Holiness.

Great post, Padre. A+
Winifred Holloway | 6/2/2010 - 7:18pm
Several years ago when I was asked to be a eucharistic minister at liturgy, I thought of it as an honor but I was also aware that I was doing it as a service to my parish.  However, it didn't take me long to be quite humbled by the experience of my fellow parishioners as they came up the aisle to receive communion.  It is truly a holy experience and I saw that the people presenting themselves for communion were doing so with an awareness of the sacred moment.  I have heard priests and others complain about communicants for not being reverent enough, for speculating about intentions (when is the last time they went to confession, etc.) but I have not seen this.  Nowadays, I bring communion to patients at our local hospital and I find that same experience. The sick, their visitors, the staff - it is a sacred experience.  And I stand in awe of that fact.  We despair too much these days, I think.  Our people actually do get it. 
BRIAN VOLCK DR | 6/2/2010 - 6:17pm
Perhaps this will do a better jobof formatting the line breaks in Scott Cairns' poem:
 Adventures in New TestamentGreek: Mysterion  
What our habit has obtained for us appears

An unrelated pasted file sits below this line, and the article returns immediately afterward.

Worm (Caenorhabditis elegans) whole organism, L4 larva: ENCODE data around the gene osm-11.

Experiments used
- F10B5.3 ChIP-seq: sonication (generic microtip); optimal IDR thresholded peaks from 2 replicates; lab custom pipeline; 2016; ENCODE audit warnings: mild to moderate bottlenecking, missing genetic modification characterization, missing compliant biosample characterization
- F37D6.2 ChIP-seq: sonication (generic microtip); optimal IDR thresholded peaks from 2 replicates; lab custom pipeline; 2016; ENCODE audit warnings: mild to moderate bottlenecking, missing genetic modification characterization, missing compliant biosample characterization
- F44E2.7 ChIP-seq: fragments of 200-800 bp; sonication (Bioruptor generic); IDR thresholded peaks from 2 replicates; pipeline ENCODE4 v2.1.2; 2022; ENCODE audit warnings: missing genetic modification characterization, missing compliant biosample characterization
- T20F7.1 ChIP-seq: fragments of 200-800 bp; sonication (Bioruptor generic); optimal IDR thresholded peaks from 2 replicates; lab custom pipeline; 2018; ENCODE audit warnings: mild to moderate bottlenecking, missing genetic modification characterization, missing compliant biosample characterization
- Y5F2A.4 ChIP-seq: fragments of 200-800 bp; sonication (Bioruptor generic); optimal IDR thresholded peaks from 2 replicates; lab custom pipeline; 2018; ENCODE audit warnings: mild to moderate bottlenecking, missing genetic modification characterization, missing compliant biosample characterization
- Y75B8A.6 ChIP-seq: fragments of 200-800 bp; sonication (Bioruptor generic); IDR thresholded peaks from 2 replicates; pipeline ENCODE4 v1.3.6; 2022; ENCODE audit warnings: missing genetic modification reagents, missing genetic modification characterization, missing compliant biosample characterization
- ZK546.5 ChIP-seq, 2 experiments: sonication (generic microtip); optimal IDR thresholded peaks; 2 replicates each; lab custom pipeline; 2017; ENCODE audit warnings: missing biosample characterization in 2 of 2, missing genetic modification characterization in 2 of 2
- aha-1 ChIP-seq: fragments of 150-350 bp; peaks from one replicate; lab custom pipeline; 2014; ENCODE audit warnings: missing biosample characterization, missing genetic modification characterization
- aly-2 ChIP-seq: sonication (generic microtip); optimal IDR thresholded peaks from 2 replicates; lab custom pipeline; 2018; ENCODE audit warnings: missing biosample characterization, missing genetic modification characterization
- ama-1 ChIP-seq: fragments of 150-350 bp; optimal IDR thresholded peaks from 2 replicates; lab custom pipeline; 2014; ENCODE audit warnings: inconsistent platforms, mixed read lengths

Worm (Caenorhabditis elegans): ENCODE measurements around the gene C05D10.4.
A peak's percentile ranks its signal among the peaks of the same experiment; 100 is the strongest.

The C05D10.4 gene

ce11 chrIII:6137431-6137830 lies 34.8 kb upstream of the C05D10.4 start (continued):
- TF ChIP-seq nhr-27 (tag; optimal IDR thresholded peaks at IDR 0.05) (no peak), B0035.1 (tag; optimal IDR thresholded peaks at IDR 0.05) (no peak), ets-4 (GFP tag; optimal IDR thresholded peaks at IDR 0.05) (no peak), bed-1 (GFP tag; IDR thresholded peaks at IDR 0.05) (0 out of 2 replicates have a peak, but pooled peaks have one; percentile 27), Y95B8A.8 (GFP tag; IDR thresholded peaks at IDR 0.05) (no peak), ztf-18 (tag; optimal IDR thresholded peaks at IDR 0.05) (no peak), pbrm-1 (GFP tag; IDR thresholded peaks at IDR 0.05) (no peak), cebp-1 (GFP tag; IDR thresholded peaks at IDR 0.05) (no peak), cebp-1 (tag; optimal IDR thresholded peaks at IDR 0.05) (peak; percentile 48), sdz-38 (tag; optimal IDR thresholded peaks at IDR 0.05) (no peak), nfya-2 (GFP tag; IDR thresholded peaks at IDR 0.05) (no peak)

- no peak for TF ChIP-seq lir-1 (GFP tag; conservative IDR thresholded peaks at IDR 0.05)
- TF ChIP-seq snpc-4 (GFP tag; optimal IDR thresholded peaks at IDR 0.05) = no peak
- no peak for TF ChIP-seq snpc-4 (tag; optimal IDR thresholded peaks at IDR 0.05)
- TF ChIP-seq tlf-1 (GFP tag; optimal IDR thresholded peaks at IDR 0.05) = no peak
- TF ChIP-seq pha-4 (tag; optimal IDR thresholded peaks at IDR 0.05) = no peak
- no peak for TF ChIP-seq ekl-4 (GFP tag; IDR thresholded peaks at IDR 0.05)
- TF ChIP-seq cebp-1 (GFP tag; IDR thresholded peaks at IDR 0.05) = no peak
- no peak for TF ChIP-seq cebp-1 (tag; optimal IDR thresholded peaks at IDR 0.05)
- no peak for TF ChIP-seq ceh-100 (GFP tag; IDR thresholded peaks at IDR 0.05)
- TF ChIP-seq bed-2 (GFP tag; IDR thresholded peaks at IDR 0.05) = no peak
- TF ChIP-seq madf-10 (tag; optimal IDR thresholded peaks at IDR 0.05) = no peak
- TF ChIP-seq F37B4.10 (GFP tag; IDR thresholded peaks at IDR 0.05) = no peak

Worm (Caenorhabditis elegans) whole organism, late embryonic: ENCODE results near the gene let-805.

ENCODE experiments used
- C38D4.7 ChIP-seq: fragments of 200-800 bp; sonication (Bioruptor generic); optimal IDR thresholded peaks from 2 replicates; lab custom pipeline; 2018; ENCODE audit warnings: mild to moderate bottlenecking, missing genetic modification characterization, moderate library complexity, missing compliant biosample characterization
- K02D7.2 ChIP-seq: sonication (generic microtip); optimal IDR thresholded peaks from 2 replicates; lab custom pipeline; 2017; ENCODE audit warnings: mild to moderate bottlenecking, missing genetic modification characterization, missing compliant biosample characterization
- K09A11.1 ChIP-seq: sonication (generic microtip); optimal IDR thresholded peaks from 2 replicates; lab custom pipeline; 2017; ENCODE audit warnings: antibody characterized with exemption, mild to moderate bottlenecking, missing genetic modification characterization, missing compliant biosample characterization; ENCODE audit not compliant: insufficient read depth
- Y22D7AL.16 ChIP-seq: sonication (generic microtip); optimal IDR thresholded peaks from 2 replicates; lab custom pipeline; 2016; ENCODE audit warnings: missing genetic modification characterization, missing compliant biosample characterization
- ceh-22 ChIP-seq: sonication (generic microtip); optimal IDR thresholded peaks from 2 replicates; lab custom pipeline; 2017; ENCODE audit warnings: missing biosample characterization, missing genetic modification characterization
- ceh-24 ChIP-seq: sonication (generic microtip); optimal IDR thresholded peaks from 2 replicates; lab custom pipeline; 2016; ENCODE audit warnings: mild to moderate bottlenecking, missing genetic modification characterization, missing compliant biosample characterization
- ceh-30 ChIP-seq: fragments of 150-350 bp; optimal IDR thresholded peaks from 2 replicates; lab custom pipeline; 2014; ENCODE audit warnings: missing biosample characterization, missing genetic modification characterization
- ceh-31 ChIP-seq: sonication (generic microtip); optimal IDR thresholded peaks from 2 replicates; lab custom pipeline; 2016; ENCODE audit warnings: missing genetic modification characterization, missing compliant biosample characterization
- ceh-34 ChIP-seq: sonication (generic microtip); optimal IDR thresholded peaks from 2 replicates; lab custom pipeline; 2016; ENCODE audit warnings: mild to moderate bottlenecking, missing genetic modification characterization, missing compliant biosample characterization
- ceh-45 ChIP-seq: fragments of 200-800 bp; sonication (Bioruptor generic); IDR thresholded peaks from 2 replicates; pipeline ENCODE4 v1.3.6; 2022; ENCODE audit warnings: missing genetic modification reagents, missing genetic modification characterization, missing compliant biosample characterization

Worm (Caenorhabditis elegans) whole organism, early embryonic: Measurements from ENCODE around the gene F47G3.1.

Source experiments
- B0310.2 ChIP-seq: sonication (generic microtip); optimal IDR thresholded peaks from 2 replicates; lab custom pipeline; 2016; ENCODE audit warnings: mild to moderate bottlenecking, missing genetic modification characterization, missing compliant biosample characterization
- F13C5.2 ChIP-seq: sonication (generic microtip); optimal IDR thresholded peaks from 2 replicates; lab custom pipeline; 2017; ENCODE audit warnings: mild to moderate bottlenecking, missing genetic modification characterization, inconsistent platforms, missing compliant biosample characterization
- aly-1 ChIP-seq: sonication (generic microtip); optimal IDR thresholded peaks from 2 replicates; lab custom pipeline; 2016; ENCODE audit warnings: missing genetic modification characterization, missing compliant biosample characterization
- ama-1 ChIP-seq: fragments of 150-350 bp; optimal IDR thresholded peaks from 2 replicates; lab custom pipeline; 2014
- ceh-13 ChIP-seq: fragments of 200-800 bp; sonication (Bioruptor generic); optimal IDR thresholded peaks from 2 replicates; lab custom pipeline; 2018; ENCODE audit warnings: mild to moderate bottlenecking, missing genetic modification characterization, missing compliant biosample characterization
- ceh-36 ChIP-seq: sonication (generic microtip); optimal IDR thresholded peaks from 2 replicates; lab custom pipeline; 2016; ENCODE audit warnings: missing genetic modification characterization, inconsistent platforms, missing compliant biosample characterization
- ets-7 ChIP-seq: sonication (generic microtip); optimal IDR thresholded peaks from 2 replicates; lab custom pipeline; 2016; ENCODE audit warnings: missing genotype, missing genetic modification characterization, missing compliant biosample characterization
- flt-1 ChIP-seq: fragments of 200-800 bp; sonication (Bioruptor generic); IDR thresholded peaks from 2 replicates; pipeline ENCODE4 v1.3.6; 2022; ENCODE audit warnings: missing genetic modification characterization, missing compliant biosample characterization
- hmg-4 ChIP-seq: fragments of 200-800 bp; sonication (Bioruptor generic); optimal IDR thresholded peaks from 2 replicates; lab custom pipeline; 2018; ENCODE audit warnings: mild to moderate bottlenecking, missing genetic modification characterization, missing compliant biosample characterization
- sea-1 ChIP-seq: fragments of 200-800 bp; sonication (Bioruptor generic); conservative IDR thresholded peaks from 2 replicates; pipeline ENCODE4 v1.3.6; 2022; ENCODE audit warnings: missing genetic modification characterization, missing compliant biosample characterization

a somewhat meager view of mystery.  
And Latinate equivalents have fared  
no better tendering the palpable  
proximity of dense noetic pressure.  
 
More familiar, glib, and gnostic bullshit  
aside, the loss the body suffers when  
sacrament is pared into a tidy  
picture postcard of absent circumstance  
starves the matter to a moot result, no?
  
Mysterion is of a piece, enormous  
enough to span the reach of what we see  
and what we don't. The problem at the heart  
of metaphor is how neatly it breaks down  
to this and that. Imagine one that held 
 
entirely across the play of image  
and its likenesses. Mysterion is  
never elsewhere, ever looms, indivisible  
and here, and compasses a journey one  
assumes as it is tendered on a spoon. 
 
Receiving it, you apprehend how near  
the Holy bides. You cannot know how far.
BRIAN VOLCK DR | 6/2/2010 - 6:12pm
Flannery O'Connor is right about most things, and in the letter cited above, I'm on her side in that fight. I'm disappointed, though, that she didn't challenge the modern Western suppositions about "symbol" being little more than dense metaphor. If a symbol is merely one thing that points toward another, than by all means, "to hell with it." But if a symbol mysteriously participates in that which it symbolizes - if symbol is signifying presence rather than mere gesture -then we're on to something profound - sacramental, in fact.   
Scott Cairns gets at this far better than I in the following poem (Cairns is an adult convert to Orthodoxy, important here in his use of "mysterion" rather than "sacrament" and the reference to the spoon used in Orthodox reception to the Eucharist):